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For working parents in the pandemic, a survey finds dads have it easier than moms

A new survey found that working moms were less likely than dads to get promotions and raises and more likely to report that remote work hurt their careers.

WFH

The perks of remote work aren't evenly felt by all, a new survey shows.

Photo: Tom Werner/DigitalVision via Getty Images

Since the COVID-19 pandemic hit, tech companies including Facebook and Twitter have been bullish about remote work, arguing that letting people work from anywhere could open up new opportunities for people who don't live inside the Silicon Valley bubble.

But a new survey by theBoardlist and Qualtrics, shared exclusively with Protocol, shows that the perks of remote work aren't evenly felt by all — especially working moms. According to the data, working moms were more likely than working dads to say working remotely has negatively affected their careers during the pandemic, while working dads were significantly more likely than working moms to say they've recently received a raise, promotion or increase in responsibilities.

The findings, based on a July survey of 1,000 salaried employees who are working or recently furloughed in the United States, align with reports that COVID-19 is prompting the country's first female recession. Women are disproportionately losing their jobs compared to men, and mothers with young children are cutting their hours four to five times more than working dads. While much of that research has focused on how women have had to leave the workforce, theBoardlist's findings illuminate the impact this period has had on parents who are still very much in it.

The survey asked working parents and non-parents how the pandemic affected their productivity. It found that a whopping 77% of men with children at home reported they were more productive while working at home, compared to just 46% of women with children at home.


There were stark differences between the perks, including raises and promotions, that men with children at home received compared to women with children at home.



The dads were significantly more likely than the moms to say they were more productive because they had fewer distractions while working at home. By contrast, the working moms were more likely to say they were less productive because of all of the distractions at home.



Women with children at home also reported more stress during the pandemic than women without children at home: 46% compared to 34%. But despite experiencing more upside working remotely, it was the working dads who reported experiencing the most stress of all. Some 71% of men with children at home reported higher stress levels during the pandemic.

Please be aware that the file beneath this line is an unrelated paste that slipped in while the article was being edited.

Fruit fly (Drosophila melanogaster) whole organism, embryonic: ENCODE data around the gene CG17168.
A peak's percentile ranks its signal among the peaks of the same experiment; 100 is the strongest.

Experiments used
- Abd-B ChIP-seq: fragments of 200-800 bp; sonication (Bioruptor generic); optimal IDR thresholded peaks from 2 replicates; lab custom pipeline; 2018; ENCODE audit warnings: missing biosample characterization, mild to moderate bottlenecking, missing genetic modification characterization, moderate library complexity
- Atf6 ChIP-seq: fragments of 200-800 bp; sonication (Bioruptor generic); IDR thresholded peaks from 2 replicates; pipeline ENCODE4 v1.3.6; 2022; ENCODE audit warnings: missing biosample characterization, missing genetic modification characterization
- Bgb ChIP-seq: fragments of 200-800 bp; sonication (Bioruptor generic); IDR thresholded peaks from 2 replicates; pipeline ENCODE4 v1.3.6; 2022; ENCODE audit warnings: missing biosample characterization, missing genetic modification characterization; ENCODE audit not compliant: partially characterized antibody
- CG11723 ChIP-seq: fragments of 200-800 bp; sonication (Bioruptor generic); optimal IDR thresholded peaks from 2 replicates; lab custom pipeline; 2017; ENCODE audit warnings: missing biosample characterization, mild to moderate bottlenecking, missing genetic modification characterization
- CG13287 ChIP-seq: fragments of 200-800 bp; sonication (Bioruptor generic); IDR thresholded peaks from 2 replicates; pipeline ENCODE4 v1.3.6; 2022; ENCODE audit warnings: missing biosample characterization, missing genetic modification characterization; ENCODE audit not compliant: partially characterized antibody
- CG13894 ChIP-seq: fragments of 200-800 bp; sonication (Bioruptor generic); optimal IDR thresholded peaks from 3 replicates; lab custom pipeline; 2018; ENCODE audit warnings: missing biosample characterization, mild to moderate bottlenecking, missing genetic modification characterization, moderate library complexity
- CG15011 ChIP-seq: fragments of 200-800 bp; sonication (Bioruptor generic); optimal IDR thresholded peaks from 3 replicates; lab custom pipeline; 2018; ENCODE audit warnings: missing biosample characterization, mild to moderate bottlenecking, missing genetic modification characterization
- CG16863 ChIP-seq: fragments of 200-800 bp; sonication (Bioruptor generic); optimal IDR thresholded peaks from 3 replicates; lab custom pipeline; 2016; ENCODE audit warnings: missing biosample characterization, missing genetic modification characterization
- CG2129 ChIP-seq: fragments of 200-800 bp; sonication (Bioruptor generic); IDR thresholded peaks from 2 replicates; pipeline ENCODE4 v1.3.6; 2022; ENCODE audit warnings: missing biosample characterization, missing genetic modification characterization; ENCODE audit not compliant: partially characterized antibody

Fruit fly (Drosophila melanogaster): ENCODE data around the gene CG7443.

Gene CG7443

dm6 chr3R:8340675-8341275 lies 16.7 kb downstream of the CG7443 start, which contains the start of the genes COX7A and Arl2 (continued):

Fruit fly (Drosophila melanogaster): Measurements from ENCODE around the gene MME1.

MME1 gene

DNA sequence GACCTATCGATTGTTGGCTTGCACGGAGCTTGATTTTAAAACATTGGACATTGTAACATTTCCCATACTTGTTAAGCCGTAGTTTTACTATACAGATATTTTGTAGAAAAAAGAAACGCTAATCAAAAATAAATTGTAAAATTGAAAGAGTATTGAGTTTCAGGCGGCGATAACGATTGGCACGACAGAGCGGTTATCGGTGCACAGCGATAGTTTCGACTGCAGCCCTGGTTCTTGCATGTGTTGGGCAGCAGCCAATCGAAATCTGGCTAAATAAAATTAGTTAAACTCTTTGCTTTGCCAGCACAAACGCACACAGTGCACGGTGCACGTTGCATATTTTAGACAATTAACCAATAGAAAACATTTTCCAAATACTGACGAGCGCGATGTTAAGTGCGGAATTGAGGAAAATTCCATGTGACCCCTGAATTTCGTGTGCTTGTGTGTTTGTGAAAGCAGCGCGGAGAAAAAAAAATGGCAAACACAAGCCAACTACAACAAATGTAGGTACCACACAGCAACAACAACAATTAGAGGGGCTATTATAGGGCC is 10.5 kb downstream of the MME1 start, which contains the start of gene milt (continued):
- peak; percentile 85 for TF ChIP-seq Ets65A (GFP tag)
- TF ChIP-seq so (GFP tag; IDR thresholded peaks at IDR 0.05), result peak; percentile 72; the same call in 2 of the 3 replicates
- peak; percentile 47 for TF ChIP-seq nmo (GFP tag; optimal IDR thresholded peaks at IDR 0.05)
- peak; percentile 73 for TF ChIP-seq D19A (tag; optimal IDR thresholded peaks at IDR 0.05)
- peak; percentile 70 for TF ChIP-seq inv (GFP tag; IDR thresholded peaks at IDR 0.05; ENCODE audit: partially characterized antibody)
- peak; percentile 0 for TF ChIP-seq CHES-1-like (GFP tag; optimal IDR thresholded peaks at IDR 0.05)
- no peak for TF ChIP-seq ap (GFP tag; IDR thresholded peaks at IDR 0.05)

To Shannon Gordon, CEO of theBoardlist, which helps companies find women and underrepresented minorities to serve on their boards, this gap speaks to the fact that women may be more used to dividing their lives between work and child care. "Men are now at home and experiencing that a little bit more," she said. "Like anything new, that can drive additional stress."

Still, while 71% of men said working from home for an extended period would have a positive impact on their careers, only 31% of women said the same.

Curiously, however, working parents of both genders had a far brighter outlook on working from home than people without children at home. More than 68% said that working from home has affected their careers positively; that figure was a slightly lower 57% for working moms. By contrast, 71% of people with no children at home said remote work affected their careers negatively. That may be due to the fact that respondents with no kids at home skewed older, Qualtrics said, and therefore, may have had a tougher time transitioning to remote work.

For theBoardlist, an organization that started with the explicit purpose of getting more women into corporate boardrooms, these stats suggest that as parents take on more responsibility at home in an era of remote work, women will bear the brunt of the consequences. "I recognize the danger of the number of hours we all work correlating with career advancement," Gordon said. "I worry about a widening gap in career advancement between the two genders."

Protocol | Workplace

The pay gap persists for Black women

"The pay gap is a multifaceted problem and any time you have a complex problem, there's not a single solution that's going to solve it."

For every dollar paid to white, non-Hispanic men, Black women are paid just 63 cents, according to the American Community Survey Census data.

Photo: Christine/Unsplash

Last year's racial reckoning following the murder of George Floyd led many tech companies to commit to promoting equity within their organizations, including working toward pay equity. But despite efforts, the wage gap for Black women still persists. For every dollar paid to white, non-Hispanic men, Black women are paid just 63 cents, according to the American Community Survey Census data.

Black Women's Equal Pay Day on Tuesday represents the estimated number of days into the year it would take for Black women to make what their white, non-Hispanic male counterparts made at the end of the previous year, according to the organization Equal Pay Today. And while the responsibility to fix the pay gap falls mostly on companies to rectify, some female employees have taken matters into their own hands and held companies to their asserted values by negotiating higher pay.

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Amber Burton

Amber Burton (@amberbburton) is a reporter at Protocol. Previously, she covered personal finance and diversity in business at The Wall Street Journal. She earned an M.S. in Strategic Communications from Columbia University and B.A. in English and Journalism from Wake Forest University. She lives in North Carolina.